So it is really in the second area of illumination or insight that I would challenge you to seek the Lord. General revelation doesn’t need to be sought (though we need to thank God for it) and inspiration is no longer given according to the Bible (though we need to thank God for the Bible). But God can certainly give us all the knowledge and wisdom we need to face the problems of today. And it’s my view that He can give that illumination any way that He wants.

We tend to think this illumination as only being needed for Biblical issues. But let me read you God's description of the two kinds of revelation that were given to Daniel and his friends Shadrach, Meschach, and Abed-nego. [And if you are lost, we are back on page 1, Roman numeral II, point B.] Daniel 1:17 is one of several Scriptures which show that God can give us insight into any area of life when we ask for it. It says,

As for these four young men, God gave them knowledge and skill in all literature and wisdom; and [here comes an additional gift of God] Daniel had understanding in all visions and dreams.

So Daniel was given special spiritual gifts by inspiration, but all the men were given what was necessary in terms of illumination to get through their university course.

1 Sam. 9 gives an example of God helping someone find lost articles and I have seen God’s omniscience coming through for me when I have lost something. And I lose things enough times that I need to ask for God's guidance a lot. More often than not He uses my wife to find it. But I will give you one of many examples of how God opened my eyes by illumination. Early in our marriage I lost my wedding ring at the beach and had no idea where on that long beach I had dropped it. I walked and walked the beach, and it seemed hopeless to be able to find it. As as I prayed for God to guide me and help me find this ring, I felt a strong urge from the Lord to kick the sand, and as I kicked the sand my buried wedding ring popped up. That kind of guidance has happened to me many times.

A friend of ours who used to fix our air conditioner told me a number of stories of how God gave him wisdom to fix very tough fix-it jobs. I took notes of a friend in our previous church who was called to fix a problem with an industrial electronic plant. A team had been working on it all day, and when he came in he felt a strong leading from the Lord to tell them to do one little thing. Everyone was skeptical, but that ended up being exactly what the problem was.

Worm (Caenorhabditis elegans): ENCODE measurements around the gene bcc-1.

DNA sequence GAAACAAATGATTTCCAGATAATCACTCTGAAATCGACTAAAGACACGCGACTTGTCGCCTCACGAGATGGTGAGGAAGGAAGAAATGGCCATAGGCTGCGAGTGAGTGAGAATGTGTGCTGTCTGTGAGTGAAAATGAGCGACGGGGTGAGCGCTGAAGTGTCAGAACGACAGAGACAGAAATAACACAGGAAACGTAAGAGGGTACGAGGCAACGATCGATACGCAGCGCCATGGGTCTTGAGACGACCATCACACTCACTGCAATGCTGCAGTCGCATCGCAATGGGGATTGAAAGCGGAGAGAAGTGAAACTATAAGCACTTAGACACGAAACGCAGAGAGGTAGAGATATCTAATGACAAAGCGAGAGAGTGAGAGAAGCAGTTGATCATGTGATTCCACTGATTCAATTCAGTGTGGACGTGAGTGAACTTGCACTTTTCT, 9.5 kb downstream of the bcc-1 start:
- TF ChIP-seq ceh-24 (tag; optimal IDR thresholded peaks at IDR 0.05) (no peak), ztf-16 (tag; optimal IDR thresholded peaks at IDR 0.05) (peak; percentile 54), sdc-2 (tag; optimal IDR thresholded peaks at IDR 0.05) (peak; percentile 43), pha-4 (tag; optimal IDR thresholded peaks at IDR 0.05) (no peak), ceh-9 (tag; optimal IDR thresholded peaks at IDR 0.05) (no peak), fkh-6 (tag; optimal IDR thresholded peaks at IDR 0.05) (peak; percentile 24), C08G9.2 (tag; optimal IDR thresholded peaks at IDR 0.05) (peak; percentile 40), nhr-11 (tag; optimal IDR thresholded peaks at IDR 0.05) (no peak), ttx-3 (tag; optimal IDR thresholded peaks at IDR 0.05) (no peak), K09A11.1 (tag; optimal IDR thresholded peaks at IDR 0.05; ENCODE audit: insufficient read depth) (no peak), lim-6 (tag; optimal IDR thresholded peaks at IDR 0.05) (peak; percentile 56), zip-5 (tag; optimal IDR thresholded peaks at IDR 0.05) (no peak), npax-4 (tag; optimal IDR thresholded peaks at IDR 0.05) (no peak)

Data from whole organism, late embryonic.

And there are many Sciptures which indicate that God gives wisdom, skill, insight when it is needed to serve His kingdom. The closer we draw to God, the more precious His omniscience will be in our life. Again, we are talking in this series about a relationship with a God who is always present, powerful, wise, kind, loving, merciful, and who uses all His attributes to benefit His children. It is an awesome thing to become closer and closer to God.

His omniscience draws out our praise to Him (Rom. 11:33)

But let me rush through some of the other practical benefits. We read from Romans 11:33 that knowing God as the omniscient One draws out our hearts in worship, praise, and adoration. As God becomes the familiar guest of your home (as Job worded it), we have hearts that well up in continual praise. I constantly use God's attributes as the subject of my worship and adoration. Meditating on His attributes will mature your worship. Certainly meditating on His omniscience will. And you can start your worship of God by reading Romans 11:33. It's a great jumping off spot.

His omniscience leads us to trust Him (2 Pet. 2:9)

Next, His omniscience also leads us to trust Him to come through on His promises. Wow! It will increase your faith. 2 Peter 2:9 says, "the Lord knows how to deliver the godly." He knows how. What he desires is that we begin to trust Him. And there are hundreds of stories that could illustrate this, but I'll just share a story that my dad told me. My dad was a pioneer missionary in Ethiopia, and two of the early evangelists in Ethiopia were on the run from the authorities because there was a price on their heads. They sat down behind a bush exhausted and asked God to provide them food. They told Him that they had no idea where the food was coming from, but they knew that He knew and they trusted His wisdom to fulfill the promise He had given in the Bible that the righteous will not lack bread. As soon as their prayer was offered up, a woman came by with a large load of bread loaves tied onto a donkey. One of the loaves fell off. They picked it up and ran after the lady telling her that she had dropped some bread. She acted as if she didn’t hear a word they said and couldn't see them. After awhile it dawned on them that God had answered their prayers.